This Rogue AI has its Head on Straight
HIGH The reveal at the end of the mission.
LOW Not being able to freely search for missing data logs.
WTF I never expected to see "platforming" in this game.
After my now-infamous review of Mass Effect 2, I'm sure there are people out there convinced that I'm a hateful detractor of the series bent on its destruction, but really, that couldn't be further from the truth. The simple fact is that I felt the sequel strayed too far from what made the first so amazing. Much to my surprise, the Overlord DLC actually makes a return to what I see as the original formula, and because of that, I can say with confidence that this latest addition is the best yet.
The mission begins with a message from Cerberus. Apparently, an experimental AI has gone rogue on a faraway planet, and it's up to Commander Shepard to restore order to the research facility. Things seem relatively straightforward at first, but the story ramps up to a satisfying level of detail over the course of the 90 or so minutes it will take most players to reach the end. Even better (and without spoiling anything) the closing scenes manage to deliver more emotional punch than expected.
While Overlord's plot is certainly good enough to warrant its existence as DLC, the thing that really won me over was how BioWare managed to incorporate all of the various aspects of Mass Effect together in a way I felt was largely lacking in the core adventure and the previous add-ons. It's just more well-rounded.
To illustrate my point, being able to go from the bridge of the Normandy to the planet's surface to speak with a scientist before the mission was expected. The surprise was then entering the Hammerhead hover vehicle and actually flying it to new destinations before exiting to engage in on-foot combat. This sort of cognitive continuity was par for the course in the original Mass Effect, and something I sorely missed in Mass Effect 2. It may seem like a minor point, but it does wonders for enhancing a player's level of immersion.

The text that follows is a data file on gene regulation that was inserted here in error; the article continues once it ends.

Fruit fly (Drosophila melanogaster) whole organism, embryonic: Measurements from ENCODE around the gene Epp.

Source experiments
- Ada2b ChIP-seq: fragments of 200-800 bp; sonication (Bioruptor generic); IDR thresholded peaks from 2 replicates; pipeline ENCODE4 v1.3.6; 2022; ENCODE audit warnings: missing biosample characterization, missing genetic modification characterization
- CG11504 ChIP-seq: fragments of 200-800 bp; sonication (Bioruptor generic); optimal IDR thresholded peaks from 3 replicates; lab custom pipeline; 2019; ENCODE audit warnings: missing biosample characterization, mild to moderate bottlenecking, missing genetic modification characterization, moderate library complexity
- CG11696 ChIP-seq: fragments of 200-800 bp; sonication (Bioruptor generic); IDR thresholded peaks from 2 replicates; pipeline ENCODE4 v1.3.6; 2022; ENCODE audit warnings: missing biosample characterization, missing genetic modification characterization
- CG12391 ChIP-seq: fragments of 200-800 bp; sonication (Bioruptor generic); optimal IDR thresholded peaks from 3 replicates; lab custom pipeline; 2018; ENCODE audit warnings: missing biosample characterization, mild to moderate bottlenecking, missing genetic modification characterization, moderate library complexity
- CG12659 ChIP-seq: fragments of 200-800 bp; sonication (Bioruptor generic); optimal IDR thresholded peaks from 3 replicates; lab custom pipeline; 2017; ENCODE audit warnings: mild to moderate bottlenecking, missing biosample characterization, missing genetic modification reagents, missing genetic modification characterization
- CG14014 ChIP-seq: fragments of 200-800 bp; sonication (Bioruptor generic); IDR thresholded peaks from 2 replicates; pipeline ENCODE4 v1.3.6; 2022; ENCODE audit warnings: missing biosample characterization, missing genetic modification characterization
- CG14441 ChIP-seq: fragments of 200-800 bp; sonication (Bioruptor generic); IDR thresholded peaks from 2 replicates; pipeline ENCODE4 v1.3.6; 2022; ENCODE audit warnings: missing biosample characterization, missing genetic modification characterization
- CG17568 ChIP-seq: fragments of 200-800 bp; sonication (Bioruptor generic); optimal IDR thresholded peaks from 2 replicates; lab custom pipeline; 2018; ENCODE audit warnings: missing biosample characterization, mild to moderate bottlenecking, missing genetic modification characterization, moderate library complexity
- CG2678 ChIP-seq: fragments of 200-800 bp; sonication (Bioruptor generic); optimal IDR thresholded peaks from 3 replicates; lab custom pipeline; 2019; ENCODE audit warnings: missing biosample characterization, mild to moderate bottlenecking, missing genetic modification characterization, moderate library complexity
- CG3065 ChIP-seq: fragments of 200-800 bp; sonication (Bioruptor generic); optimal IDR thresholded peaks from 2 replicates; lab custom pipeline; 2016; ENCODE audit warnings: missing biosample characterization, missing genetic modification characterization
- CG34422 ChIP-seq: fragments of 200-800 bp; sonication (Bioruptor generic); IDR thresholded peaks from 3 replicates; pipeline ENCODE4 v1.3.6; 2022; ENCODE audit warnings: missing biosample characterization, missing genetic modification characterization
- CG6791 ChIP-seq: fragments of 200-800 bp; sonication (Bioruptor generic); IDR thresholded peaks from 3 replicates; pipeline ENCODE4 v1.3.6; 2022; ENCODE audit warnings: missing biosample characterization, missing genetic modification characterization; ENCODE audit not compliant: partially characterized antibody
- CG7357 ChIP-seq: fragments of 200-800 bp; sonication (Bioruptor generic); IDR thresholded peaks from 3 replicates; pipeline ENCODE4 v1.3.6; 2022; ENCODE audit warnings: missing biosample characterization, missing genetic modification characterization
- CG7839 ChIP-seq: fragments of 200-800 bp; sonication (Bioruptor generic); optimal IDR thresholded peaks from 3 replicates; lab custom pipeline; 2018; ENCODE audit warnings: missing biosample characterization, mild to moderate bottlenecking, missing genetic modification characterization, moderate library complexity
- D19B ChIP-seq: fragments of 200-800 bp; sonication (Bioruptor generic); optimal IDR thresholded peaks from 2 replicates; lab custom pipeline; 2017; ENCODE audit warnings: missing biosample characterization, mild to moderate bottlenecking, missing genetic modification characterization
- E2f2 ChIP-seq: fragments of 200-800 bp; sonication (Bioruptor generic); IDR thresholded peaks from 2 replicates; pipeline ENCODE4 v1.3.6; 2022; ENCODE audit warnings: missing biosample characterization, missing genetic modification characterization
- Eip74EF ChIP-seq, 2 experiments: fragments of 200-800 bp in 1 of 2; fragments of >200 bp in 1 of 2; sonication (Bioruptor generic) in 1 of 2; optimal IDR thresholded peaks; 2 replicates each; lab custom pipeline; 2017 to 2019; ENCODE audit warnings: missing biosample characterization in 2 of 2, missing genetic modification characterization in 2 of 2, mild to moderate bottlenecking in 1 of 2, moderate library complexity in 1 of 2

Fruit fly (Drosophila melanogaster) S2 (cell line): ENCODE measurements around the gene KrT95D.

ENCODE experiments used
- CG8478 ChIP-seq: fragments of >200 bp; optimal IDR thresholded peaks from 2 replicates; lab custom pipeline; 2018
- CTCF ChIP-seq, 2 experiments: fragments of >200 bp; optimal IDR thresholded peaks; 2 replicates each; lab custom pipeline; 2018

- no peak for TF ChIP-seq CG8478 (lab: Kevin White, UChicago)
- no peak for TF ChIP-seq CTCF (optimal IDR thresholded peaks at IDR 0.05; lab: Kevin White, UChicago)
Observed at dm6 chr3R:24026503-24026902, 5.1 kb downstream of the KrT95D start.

Besides this mostly-holistic approach, Overlord sports a great mix of content. There's the plot along with several dialogue scenes and choices to be made by the player, the speedy vehicle action featuring a small bit of platforming, a good amount of weapons combat, multiple opportunities to change teammates, and even a few quieter moments meant to heighten the mood. There was even a puzzle—yes, a real puzzle—to freshen things up even more. It may have been a simplistic puzzle, but I absolutely appreciated its inclusion.
Overlord may not be seamless and it doesn't erase all of the issues I had with the main game, but that's to be expected. After all, this is add-on DLC and not a reworking of the game's basic structure. With that in mind, I can say that I very much enjoyed the thought and balance that obviously went into the creation of this new mission, and as a true Mass Effect fan, this attempt to return to form is probably the most welcome thing I could possibly imagine.
The latest DLC expansion for BioWare's space-based magnum opus, Overlord, was released on June 15th and is available for 560 Microsoft Points. ($7.00) This DLC pack contains a story split into five "missions," two new Achievements and at least one new piece of researchable equipment.
Disclosures: This game was obtained via paid download and reviewed on the Xbox 360. Approximately 90 minutes of play were devoted to the single-player mode, and the content was completed. There are no multiplayer modes.
Parents: According to the ESRB, this game contains: blood, drug references, sexual content, strong language, and violence. Parents, let's make a long story short—This is a mature game aimed at mature players, full stop. Nothing else needs to be said.
Deaf & Hard of Hearing: You should be just fine with this new mission. Dialogue is accompanied by subtitles, and there are no new additions to the gameplay formula that employ significant auditory cues. If hearing impaired gamers are fine playing through the rest of the adventure, this DLC won't pose any problems.
Currently, he's got about 42 minutes a night to play because adulting is a timesuck, but despite that, he's a happily married guy with two kids who both have better K/D ratios than he does.
Brad still loves Transformers, he's on Marvel Puzzle Quest when nobody at the office is looking, and his favorite game of all time is the first Mass Effect -- and he thought the trilogy's ending was Just Fine, Thanks.
Follow Brad on Twitter at @BradGallaway or contact him at bradgallaway a t gmail dot com